In addition to 770 cases of COVID-19 across Kentucky, Gov. Andy Beshear confirmed Thursday that there are three cases of novel coronavirus disease 2019 at Western State Hospital and two of those cases are on ventilators.
Both patients on ventilators are above 80 years old, Beshear said.
The New Era reached out to the governor’s office Thursday morning after an anonymous tip that there were five cases at the local psychiatric hospital with two on ventilators.
Beshear said the state is only able to confirm three at this time, but another test is outstanding.
“This shows how quickly this can move, how we have to make sure that it doesn’t get into those institutions, and how everything that we do matters,” Beshear said.
Altogether, the Christian County Health Department confirmed 24 cases locally Thursday. Of those, 21 are active and three cases have recovered, according to the CCHD release.
The young and middle-age adults bracket (22 to 59) has the largest number of cases in Christian County at 10 patients. Older adults (ages 60 to 85) have six cases; pediatric (0 to 21 years old) has two cases and elderly (85-plus) has three cases.
Susan Dunlap, public affairs spokesperson for the Cabinet for Health and Family Services, said via email patients and staff at Western State have been monitored closely for COVID-19 symptoms since early March.
Information was not available about how many people the three COVID-19 patients had been in contact with in recent weeks.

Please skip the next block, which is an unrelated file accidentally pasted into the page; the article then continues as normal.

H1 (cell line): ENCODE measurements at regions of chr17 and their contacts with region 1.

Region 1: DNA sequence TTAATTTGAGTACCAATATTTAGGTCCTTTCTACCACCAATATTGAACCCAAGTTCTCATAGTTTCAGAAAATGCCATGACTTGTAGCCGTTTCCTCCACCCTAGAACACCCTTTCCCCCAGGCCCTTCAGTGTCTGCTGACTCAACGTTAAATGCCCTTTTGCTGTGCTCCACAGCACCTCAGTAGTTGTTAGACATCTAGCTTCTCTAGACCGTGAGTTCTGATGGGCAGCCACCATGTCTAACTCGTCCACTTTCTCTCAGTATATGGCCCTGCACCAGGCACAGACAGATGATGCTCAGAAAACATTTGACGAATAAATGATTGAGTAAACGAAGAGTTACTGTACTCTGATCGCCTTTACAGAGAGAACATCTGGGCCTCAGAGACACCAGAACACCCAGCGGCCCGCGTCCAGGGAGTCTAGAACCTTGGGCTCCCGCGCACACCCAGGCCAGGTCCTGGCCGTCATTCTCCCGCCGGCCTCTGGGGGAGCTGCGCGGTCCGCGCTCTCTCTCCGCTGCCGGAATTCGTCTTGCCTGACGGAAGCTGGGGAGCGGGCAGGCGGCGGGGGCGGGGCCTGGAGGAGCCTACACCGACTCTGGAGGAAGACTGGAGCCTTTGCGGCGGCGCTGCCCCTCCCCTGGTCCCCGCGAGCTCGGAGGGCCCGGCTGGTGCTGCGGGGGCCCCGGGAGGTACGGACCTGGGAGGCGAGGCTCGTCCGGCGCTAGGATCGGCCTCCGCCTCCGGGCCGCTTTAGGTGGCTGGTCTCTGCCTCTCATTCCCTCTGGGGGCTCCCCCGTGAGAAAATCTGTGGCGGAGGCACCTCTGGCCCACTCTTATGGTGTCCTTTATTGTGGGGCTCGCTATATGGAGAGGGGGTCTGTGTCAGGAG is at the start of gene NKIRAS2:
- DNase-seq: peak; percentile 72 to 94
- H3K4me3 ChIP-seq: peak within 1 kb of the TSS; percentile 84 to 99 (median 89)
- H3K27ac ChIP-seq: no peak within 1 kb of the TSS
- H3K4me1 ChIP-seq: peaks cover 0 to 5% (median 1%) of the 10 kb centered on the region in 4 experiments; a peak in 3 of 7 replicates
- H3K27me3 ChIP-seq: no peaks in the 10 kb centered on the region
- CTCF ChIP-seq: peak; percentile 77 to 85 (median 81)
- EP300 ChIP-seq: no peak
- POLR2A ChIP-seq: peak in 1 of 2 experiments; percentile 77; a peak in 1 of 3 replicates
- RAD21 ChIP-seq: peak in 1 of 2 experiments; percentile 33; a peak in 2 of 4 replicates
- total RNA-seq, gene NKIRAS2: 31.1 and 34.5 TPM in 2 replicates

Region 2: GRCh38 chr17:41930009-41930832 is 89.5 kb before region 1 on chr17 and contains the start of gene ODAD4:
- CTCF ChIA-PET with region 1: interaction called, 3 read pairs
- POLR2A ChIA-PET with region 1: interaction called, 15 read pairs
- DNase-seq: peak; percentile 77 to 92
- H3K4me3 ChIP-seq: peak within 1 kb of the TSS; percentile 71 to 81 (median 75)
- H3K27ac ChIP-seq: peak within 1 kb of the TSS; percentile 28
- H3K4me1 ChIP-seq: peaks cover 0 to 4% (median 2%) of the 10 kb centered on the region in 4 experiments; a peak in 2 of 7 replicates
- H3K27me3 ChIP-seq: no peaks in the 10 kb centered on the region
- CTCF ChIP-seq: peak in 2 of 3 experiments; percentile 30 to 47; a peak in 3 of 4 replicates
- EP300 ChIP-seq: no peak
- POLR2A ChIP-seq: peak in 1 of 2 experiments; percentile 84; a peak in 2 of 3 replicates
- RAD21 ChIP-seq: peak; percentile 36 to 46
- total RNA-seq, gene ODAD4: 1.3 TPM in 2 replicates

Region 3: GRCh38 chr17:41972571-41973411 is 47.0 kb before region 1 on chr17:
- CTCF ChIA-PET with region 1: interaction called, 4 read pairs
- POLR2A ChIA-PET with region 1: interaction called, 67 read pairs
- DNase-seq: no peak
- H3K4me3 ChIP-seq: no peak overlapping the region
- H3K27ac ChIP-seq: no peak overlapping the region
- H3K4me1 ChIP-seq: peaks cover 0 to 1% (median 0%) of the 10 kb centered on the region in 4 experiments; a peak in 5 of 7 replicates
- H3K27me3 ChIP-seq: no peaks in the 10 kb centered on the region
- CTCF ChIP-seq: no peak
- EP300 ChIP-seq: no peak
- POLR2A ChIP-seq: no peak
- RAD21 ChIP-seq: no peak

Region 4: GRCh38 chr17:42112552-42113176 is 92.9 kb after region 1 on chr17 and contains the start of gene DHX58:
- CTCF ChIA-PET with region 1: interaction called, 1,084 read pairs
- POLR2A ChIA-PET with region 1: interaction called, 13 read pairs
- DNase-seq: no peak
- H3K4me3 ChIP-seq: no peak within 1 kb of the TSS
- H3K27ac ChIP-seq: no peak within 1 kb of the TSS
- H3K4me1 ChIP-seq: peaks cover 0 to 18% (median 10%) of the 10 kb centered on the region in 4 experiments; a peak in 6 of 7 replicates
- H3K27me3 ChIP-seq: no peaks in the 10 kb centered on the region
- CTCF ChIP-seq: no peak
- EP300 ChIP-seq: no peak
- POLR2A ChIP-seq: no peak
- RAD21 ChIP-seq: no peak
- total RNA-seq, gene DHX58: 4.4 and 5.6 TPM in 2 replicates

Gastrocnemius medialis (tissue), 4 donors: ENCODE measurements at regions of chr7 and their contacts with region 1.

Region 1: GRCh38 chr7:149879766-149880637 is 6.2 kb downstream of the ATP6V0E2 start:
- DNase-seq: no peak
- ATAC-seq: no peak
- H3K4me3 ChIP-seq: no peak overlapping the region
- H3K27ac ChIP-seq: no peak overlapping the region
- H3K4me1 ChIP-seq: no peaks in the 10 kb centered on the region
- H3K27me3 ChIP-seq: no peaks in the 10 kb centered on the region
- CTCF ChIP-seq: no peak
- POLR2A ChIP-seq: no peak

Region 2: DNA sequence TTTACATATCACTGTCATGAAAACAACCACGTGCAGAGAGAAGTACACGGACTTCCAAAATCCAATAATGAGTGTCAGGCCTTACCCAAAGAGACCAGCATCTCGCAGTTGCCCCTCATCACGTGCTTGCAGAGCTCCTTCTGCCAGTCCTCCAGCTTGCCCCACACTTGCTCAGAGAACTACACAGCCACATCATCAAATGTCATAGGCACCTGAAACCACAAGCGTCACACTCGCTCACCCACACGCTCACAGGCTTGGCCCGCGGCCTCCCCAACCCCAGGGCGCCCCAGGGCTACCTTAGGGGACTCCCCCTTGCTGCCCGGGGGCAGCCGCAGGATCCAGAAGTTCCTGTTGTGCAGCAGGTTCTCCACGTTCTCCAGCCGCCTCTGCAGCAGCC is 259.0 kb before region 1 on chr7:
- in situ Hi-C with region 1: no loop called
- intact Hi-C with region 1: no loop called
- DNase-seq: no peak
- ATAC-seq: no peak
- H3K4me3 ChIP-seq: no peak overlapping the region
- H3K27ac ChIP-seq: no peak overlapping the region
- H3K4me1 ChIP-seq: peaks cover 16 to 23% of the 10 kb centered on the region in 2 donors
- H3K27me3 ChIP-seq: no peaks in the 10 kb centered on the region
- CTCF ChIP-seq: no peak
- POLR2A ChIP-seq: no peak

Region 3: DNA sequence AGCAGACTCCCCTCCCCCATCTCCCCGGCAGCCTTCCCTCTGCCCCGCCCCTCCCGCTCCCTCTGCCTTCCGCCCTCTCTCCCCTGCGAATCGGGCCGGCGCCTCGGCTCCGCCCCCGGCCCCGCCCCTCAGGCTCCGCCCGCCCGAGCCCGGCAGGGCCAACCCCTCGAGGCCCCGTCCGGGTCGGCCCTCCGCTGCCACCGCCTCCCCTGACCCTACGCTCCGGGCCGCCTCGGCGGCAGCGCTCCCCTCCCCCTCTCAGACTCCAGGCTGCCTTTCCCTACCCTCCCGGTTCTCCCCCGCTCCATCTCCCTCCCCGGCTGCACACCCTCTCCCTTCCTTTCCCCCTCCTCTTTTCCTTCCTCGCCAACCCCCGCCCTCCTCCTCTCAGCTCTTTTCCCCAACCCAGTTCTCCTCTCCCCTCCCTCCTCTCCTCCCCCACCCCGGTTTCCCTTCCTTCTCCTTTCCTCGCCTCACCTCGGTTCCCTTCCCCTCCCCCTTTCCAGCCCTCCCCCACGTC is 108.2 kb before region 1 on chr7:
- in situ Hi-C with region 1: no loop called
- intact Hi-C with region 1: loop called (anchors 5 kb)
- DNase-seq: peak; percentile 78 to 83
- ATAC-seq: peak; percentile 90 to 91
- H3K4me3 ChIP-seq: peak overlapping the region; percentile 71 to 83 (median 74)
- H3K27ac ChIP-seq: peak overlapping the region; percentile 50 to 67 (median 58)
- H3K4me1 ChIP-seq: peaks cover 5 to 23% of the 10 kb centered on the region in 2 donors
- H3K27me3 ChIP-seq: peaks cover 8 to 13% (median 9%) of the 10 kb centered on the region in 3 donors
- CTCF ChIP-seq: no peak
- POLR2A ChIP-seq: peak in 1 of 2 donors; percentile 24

Dunlap said the facility follows Centers for Disease Control and Prevention guidelines in regard to COVID-19 and subsequently placed the patient in isolation.
Additional concern was expressed to the New Era about nurses at Western State not having enough personal protection equipment to care for patients who are in quarantine.
An employee at the facility told the New Era off the record that there isn’t enough PPE.
Dunlap said the governor acknowledged that there is a shortage of PPE everywhere.
Beshear said Thursday there are three ways Kentucky is trying to get more of it: buying it, working with companies to manufacture it and asking people to donate it.
“What we need right now Kentucky is gloves,” he said. “If you have gloves, call the National Guard. They are going to coordinate collecting those. We need as many of those donations as we can get.”
To contact the Kentucky National Guard, call 502-607-6844.
In another effort to keep COVID-19 out of state-run facilities, the governor announced the first steps of releasing low-level, non-violent and non-sexual felons from state penitentiaries to prevent the spread in the inmate population.
Michael Brown, executive cabinet secretary, said there will be a commutation of sentences for 186 individuals who have been screened using CDC criteria that indicates they may be susceptible to COVID-19.
Another 743 inmates who are within six months of completing their sentences are being considered for early release.
“This is lightening the load of our corrections systems and at the same time protecting some of the most vulnerable who are in the corrections system,” Brown said. “The inmates themselves are creating some PPE — although it might not be medical grade — and we are implementing social distancing.”
The governor also issued more executive orders, including closing the state parks to overnight stays and requiring anyone who comes into the state for a trip to quarantine for two weeks.
He also said the National Guard along with the Army Corps of Engineers is set to convert the Louisville fairgrounds into a 2,000-bed field hospital in preparation of more cases.
“Our goal is to be ready when the surge comes,” he said. “That doesn’t mean we wait until we don’t have enough space to try to put this together ... I want to have this ready before we need one of those single beds. And if we don’t need it, then hallelujah.”